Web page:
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How does one define, succinctly, an interaction between two objects A and B where ideas from A are used to improve B and vice versa?

Thanks.

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  • Objects like A or B don't have ideas. People have ideas. Jun 13 at 14:51
  • @JohnLawler That's a good point. I should have written "two subjects or fields A and B...".
    – Hikaru
    Jun 13 at 15:07
  • Ah, you're talking about academic jargon. Subject and field both have too many meanings, too. So a linguist and a biologist have coffee together, sort of thing? What can they talk about? Mimicry? Symbiosis? Punctuated evolution? Phonetics? Jun 13 at 15:12
  • @JohnLawler Explicitly, A and B are two "branches" of mathematics. They have some overlap but are different in general due to the methods and goals. I want to talk about the exchange of certain disparate methods from one branch to the other: embedding one method into a method of the other branch.
    – Hikaru
    Jun 13 at 19:24
  • @Hikaru I was going to suggest mutual benefit or symbiosis, but I see the latter answer below. BTW, In Haruki Murakami's novel Killing Commendatore, one of the characters is an "idea" and the idea has many helpful ideas.
    – Zan700
    Jun 13 at 21:31

2 Answers 2

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The word symbiotic is usually used to describe a mutually beneficial behaviour. Maybe the context of the question can help provide an appropriate suggestion.

Symbiotic: characterized by or being a close, cooperative, or interdependent relationship

Example: Today, art advisers are as diverse as the clients they help. They often work alone and form intimate, symbiotic relationships with the people they serve.

Source: https://www.merriam-webster.com/dictionary/symbiotic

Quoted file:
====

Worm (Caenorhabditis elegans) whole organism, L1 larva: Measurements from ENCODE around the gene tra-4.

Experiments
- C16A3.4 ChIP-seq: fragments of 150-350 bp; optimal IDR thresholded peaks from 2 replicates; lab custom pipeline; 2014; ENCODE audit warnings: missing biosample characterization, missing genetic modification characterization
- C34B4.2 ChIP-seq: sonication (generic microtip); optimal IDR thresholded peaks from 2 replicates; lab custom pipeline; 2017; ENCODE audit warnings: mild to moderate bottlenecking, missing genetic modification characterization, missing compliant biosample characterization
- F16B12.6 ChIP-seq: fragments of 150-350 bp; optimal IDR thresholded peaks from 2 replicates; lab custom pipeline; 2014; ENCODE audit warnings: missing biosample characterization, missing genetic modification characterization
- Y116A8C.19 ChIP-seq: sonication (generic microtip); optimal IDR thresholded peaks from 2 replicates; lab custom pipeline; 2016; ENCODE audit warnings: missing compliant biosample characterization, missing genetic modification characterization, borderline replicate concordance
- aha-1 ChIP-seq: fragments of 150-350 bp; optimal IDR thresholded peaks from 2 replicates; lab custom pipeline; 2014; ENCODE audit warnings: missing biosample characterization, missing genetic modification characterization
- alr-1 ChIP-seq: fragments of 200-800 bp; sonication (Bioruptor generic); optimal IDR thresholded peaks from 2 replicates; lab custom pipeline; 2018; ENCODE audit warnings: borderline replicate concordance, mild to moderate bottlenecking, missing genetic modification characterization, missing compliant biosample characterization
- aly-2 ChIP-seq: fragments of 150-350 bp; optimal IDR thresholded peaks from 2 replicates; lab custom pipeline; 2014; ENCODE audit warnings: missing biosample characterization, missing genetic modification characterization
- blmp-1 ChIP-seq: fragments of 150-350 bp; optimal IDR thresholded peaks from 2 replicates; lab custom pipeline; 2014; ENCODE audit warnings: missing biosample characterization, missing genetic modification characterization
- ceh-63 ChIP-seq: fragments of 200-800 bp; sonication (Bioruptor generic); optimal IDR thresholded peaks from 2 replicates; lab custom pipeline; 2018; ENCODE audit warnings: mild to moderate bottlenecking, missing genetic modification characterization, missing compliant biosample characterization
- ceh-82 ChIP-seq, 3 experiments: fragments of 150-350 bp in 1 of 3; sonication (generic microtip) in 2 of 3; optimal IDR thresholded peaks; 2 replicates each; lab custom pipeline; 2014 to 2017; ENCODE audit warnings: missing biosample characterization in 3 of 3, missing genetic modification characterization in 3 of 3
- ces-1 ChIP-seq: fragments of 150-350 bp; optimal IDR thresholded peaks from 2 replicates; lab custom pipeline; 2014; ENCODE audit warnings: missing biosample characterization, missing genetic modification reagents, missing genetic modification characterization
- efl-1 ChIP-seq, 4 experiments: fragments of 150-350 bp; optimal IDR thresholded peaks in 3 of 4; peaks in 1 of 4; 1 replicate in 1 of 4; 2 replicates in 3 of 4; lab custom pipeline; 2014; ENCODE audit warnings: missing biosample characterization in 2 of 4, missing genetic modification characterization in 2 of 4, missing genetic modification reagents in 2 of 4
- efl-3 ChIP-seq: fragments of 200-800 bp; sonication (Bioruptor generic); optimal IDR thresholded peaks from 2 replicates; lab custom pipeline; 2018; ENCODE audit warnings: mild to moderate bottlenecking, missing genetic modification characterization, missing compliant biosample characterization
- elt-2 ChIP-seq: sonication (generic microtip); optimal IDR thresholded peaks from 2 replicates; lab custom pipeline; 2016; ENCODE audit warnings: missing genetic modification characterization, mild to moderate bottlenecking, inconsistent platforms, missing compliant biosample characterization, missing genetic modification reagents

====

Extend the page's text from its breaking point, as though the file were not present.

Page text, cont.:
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  • You should include an authoritative dictionary definition for you chosen word and an explantion of how it fits the question. If you need more clarity for a better anwser, you should wait for the question to be updated before posting an answer. Jun 13 at 14:00
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I have found several examples from business blogs where the verb cross-pollinate is used as a metaphor for the sort of thing you are describing.

https://www.fastcompany.com/1672519/5-ways-to-innovate-by-cross-pollinating-ideas

https://www.growthengineering.co.uk/cross-pollination-in-business/

Merriam-Webster even gives the following secondary sense to the synonym cross-fertilization:

1a: fertilization in which the gametes are produced by separate individuals or sometimes by individuals of different kinds

2: interchange or interaction (as between different ideas, cultures, or categories) especially of a broadening or productive nature

https://www.merriam-webster.com/dictionary/cross-fertilization

Clearly these terms from biology are often used for the situation you are describing.

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